Ueber die form des menschlichen electrocardiogramms. Pflugers Arch gets Physiol, 1895, 60, 101-123
Beitrag zur theorie des capillar-elektrometers. Pflugers Arch gets Physiol, 1900, 79, 1-25
Un nouveau galvanometre. Arch. neerl. Sci. exactes nat., 1901, 2 ser., 6, 625-33
The string galvanometer and the human electro-cardiogram. K. Akad Wet. Amst., Proc. Sect. Sci., 1903-04, 6, 107-15
Le telecardiogram. Arch Internat Physiol, 1906, 4, 132-164
Einthoven W, Fahr G, De Waart A. Uber die richtung und die manifeste grosse der potentialschwankungen im menschlichen herzen und uber den einfluss der herzlage auf die form des elektrokardiogramms. Pflugers Arch gets Physiol, 1913, 150, 275-315
Gabriel Lipmann, a French physicist, invented the capillary electrometer in 1875. Burdon-Sanderson and Page applied this instrument to obtain a graphic recording of the heart beat. Their tracing showed the first ventricular depolarization and repolarization. Augustus Waller, a British physiologist, used this device to study the electrical activity of the heart and recorded the first human electrocardiogram. Waller attached electrodes to the front and back of a man's chest and connected them to a capillary electrometer. He observed that each heartbeat caused an electrical variation and utilized the letters A,B,C,D to designate the deflections that he recorded with the capillary electrometer. Waller, as a scientist, continued to investigate the theoretical aspects of electrophysiology and showed little interest in its potential clinical applications. In 1890's, Willem Einthoven, from Netherlands, started his research on the electrical activity of the heart. He recognized the limitations of the capillary electrometer and used complex mathematic calculations and physical approaches to improve the quality of his recordings. In his first major paper, which was published in 1895, he was able to show five deflections corresponding to the heart's electrical activity which he labeled P,Q,R,S,T. It is important to note that prior to these modifications, his tracings were recording 4 deflections labeled A,B,C,D.
Because of the limitations inherent to the concept of capillary electrometer, Einthoven turned his attention to the galvanometer invented by Arsene D'Arsonval and Clement Ader. In a historical publication in 1901, he reported his modifications of string galvanometer and recorded the first electrocardiogram with this new device. Einthoven's string galvanometer consisted of a thin silver-coated quartz filament (string) placed in a strong magnetic field generated by a massive electromagnet. The electric activity of the heart would produce movements of the string in the magnetic field and the photographic recordings of these minuscule displacements would generate the electrocardiogram. In 1903, he described his early experience with electrocardiography in a landmark paper entitled, "The String galvanometer and the human electro-cardiogram." In 1906, Einthoven published his work, "Le telecardiogram," in which he presented several tracings in normal and pathological conditions. It included extrasystole, ventricular bigeminy, and heart block. Einthoven also showed tracings of atrial flutter and atrial fibrillation ("pulsus inaequalis et irregularis"), although their significance was not understood yet. Finally, he presented electrocardiographic tracings of patients with valvular heart disease such as mitral stenosis, mitral regurgitation and aortic regurgitation.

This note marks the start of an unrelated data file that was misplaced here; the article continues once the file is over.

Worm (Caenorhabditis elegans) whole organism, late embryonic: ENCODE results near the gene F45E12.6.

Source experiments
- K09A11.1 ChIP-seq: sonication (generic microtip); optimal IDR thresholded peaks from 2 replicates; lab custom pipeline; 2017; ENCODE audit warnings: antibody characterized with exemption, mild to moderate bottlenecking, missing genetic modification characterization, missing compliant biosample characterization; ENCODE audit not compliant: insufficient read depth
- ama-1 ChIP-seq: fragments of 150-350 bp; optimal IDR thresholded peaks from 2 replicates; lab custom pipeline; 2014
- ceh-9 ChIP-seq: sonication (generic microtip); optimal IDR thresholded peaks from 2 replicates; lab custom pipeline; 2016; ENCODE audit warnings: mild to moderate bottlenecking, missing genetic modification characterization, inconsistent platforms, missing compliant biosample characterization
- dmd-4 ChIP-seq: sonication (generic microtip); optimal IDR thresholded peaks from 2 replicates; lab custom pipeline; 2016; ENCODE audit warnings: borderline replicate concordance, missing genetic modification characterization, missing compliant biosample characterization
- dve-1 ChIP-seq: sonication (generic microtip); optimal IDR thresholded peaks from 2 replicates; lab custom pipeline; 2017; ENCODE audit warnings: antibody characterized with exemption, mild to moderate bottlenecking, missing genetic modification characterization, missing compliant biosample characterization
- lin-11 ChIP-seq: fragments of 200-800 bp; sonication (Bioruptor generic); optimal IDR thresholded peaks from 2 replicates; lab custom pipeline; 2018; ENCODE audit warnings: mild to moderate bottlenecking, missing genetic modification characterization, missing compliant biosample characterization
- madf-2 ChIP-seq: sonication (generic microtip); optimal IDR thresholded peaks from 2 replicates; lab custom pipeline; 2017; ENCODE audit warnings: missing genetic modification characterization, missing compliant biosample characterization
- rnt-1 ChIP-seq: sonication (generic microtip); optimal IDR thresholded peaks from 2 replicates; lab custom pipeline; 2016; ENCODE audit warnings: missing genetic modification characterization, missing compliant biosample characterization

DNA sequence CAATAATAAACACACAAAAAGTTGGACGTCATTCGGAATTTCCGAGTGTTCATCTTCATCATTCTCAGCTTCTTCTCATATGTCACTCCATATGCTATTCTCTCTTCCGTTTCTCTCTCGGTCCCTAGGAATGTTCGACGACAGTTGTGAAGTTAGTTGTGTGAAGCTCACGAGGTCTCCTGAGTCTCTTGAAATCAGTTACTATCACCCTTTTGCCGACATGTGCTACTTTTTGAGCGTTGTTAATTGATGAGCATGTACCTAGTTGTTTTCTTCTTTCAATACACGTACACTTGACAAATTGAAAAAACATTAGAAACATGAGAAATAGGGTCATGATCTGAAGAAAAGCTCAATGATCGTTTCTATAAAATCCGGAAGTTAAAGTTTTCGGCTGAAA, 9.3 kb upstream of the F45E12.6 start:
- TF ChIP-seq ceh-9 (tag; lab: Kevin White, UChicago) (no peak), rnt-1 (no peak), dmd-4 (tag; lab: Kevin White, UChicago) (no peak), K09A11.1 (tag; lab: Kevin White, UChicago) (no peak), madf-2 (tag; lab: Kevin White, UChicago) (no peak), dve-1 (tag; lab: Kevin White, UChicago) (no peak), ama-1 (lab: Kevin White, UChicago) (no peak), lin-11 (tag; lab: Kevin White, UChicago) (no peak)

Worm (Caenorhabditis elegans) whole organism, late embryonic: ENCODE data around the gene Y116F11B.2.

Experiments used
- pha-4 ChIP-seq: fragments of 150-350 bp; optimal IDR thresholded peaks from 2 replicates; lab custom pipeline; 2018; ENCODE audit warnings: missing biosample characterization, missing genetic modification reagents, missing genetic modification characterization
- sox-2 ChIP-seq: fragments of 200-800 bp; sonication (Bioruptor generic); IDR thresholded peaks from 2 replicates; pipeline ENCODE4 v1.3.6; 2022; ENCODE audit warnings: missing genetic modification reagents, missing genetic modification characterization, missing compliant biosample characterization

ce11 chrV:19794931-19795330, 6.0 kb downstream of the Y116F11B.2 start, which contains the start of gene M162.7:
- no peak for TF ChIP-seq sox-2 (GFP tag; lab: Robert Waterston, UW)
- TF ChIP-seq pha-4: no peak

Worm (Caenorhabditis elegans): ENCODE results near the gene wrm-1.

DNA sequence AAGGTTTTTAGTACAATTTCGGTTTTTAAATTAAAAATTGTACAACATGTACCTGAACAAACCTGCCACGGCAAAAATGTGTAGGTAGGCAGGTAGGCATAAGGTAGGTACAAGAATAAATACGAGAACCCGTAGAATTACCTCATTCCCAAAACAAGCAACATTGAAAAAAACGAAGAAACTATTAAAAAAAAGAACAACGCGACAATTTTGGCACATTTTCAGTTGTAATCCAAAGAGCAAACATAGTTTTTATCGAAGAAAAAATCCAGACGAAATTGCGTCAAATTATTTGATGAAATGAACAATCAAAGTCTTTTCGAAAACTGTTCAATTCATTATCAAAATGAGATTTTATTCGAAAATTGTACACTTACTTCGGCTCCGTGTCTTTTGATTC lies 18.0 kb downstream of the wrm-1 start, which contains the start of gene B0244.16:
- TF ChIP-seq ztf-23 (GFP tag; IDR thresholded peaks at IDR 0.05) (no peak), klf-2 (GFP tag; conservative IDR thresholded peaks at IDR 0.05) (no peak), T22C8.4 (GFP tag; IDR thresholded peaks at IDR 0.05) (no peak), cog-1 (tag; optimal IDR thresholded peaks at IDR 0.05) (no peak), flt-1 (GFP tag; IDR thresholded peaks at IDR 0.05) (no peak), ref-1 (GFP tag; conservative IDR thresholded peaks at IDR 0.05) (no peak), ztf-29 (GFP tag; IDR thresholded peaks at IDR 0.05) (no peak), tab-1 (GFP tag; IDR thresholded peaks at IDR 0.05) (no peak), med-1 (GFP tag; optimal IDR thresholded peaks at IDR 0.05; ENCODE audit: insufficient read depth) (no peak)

In 1913, Einthoven with two of his pupils, De Waart and Fahr, made another seminal contribution with their study on the direction and size of the variations of potential in the human heart. Einthoven and his colleagues believed that there was a mathematic relation between the direction and size of the deflections obtained in the three limb leads. Their hypothesis was that the electromotive forces of the heart can be presented by a vector in the center of an equilateral triangle in the frontal plane. They postulated that the calculation of the electrical axis of the heart would allow physicians to distinguish between pathologic conditions (e.g. left ventricular hypertrophy) and simple changes in the position of the heart. The introduction of the concept equilateral triangle inaugurated the field of vectocardiography.
Willem Einthoven was awarded the Nobel prize in medicine in 1924.
A few years after the invention of string galvanometer, the clinical application of electrocardiogram began.
Burdon-Sanderson J. Experimental results relating to the rhythmical and excitatory motions of the ventricle of the heart of the frog. Proc R Soc Lond 1878;27:410-414
Burdon-Sanderson J, Page FJM. On the time-relations of the excitatory process in the ventricle of the heart of the frog. J Physiol (Lond) 1880;2:384-435
Burdon-Sanderson J, Page FJM. On the electrical phenomena of the excitatory process in the heart of the frog and of the tortoise, as investigated photographically. J Physiol (Lond) 1884;4:327-338
Waller AD. A demonstration in man of electromotive changes accompanying the heart's beat. J Physiol (Lond) 1887;8:229-234
Fye WB. Disorders of the heartbeat: a historical overview from antiquity to the mid-20th century. Am J Cardiol 1993;72:1055-1070
Fye WB. A history of the origin, evolution, and impact of electrocardiography. Am J Cardiol 1994;73:937-949